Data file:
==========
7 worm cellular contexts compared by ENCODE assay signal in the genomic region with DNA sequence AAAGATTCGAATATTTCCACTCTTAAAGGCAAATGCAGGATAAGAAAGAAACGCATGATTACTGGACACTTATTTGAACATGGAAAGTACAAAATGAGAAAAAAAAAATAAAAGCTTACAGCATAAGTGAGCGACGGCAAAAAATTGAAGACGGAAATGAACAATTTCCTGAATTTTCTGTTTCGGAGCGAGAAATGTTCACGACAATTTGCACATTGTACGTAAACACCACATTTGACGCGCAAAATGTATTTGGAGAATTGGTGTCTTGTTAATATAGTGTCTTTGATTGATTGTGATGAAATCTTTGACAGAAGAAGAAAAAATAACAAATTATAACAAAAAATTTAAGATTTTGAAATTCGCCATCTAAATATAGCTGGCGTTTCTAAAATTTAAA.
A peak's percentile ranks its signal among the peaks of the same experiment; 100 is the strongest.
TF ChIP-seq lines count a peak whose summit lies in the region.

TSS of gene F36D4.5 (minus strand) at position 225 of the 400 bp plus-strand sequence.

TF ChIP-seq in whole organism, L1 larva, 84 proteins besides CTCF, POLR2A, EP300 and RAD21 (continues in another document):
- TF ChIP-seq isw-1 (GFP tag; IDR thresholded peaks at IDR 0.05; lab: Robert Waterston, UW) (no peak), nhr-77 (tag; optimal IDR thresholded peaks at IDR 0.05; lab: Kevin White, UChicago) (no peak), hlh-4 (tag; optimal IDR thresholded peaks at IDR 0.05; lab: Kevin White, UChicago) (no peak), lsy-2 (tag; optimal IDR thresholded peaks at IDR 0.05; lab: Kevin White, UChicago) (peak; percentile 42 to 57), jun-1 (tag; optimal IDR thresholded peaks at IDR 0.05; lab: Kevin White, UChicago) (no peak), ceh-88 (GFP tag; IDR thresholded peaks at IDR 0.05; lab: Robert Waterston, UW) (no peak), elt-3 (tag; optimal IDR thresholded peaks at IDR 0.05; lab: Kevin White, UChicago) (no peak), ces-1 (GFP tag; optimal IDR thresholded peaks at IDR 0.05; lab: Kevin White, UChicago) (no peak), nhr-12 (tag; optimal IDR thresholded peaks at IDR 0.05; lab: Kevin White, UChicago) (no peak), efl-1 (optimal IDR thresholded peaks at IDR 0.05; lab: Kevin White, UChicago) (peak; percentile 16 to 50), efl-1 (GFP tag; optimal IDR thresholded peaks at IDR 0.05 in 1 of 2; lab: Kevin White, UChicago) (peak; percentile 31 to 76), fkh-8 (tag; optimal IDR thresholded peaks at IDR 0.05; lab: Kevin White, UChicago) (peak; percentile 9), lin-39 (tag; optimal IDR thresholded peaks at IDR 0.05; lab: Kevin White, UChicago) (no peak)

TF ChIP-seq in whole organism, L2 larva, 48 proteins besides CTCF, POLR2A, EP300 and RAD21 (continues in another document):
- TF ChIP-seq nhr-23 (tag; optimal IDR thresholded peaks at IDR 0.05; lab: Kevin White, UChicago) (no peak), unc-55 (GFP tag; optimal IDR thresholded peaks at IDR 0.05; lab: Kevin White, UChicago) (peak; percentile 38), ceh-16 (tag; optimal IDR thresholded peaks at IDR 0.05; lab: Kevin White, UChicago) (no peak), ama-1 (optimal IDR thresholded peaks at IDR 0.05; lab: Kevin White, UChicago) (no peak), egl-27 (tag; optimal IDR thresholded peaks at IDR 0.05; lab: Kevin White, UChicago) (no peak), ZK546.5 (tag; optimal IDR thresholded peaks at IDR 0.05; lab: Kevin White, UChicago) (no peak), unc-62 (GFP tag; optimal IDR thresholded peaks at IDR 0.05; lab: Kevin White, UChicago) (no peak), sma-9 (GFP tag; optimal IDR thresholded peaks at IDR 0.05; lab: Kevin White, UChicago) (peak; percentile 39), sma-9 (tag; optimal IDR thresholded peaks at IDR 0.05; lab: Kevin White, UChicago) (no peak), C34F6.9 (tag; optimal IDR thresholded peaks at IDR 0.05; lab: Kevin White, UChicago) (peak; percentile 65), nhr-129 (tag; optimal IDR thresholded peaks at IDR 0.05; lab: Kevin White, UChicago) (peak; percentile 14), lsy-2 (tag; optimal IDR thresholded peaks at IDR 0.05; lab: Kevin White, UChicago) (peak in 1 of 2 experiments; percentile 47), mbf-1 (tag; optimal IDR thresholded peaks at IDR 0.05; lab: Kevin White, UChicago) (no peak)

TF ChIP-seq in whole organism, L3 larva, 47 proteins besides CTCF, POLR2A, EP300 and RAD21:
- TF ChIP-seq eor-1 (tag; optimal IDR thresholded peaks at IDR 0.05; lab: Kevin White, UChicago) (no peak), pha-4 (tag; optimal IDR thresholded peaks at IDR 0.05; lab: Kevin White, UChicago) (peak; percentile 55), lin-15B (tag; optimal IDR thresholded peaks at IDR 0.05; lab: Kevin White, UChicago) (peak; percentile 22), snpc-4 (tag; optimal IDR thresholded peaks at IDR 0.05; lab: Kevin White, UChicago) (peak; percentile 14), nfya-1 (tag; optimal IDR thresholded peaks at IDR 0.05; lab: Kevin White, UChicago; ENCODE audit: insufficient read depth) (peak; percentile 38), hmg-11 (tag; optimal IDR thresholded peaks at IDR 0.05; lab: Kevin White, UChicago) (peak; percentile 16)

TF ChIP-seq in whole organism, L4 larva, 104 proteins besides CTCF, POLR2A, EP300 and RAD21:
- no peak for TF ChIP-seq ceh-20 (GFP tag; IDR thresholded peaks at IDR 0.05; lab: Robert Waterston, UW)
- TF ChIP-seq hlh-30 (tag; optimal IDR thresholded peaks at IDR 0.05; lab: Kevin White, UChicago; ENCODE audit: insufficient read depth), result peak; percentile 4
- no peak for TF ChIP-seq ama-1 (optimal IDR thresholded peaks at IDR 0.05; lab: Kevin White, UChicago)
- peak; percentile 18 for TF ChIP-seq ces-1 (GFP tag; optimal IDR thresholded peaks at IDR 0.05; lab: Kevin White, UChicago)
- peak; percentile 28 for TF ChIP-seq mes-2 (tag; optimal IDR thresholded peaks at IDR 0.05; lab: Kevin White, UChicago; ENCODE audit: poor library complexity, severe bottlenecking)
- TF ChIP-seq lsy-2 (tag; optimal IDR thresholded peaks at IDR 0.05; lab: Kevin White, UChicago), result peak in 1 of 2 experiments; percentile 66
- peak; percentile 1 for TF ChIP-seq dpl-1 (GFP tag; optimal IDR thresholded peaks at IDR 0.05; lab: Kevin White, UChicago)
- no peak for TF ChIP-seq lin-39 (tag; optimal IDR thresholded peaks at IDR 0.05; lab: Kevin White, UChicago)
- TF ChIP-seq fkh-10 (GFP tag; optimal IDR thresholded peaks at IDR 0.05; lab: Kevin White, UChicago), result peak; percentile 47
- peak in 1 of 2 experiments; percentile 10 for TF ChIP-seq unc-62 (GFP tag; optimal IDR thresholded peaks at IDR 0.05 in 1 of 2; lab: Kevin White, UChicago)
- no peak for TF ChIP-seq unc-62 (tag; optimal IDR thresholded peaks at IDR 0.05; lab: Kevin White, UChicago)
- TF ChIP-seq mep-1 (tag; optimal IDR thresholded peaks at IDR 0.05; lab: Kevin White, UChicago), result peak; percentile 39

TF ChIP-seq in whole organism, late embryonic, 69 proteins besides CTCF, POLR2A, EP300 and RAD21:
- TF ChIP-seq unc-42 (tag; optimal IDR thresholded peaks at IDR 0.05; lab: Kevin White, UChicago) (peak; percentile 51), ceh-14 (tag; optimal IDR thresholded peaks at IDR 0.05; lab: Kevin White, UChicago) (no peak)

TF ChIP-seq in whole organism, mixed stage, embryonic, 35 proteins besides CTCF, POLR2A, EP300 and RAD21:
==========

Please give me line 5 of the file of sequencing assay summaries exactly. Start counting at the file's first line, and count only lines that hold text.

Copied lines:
TF ChIP-seq in whole organism, L1 larva, 84 proteins besides CTCF, POLR2A, EP300 and RAD21 (continues in another document):